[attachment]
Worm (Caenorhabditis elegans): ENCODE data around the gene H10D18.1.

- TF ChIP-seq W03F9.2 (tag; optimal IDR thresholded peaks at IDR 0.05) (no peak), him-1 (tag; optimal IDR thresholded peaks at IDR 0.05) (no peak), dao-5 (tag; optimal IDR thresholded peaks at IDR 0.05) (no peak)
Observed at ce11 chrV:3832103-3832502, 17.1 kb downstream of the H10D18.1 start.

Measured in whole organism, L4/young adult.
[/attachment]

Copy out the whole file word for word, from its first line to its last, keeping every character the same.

Worm (Caenorhabditis elegans): ENCODE data around the gene H10D18.1.

- TF ChIP-seq W03F9.2 (tag; optimal IDR thresholded peaks at IDR 0.05) (no peak), him-1 (tag; optimal IDR thresholded peaks at IDR 0.05) (no peak), dao-5 (tag; optimal IDR thresholded peaks at IDR 0.05) (no peak)
Observed at ce11 chrV:3832103-3832502, 17.1 kb downstream of the H10D18.1 start.

Measured in whole organism, L4/young adult.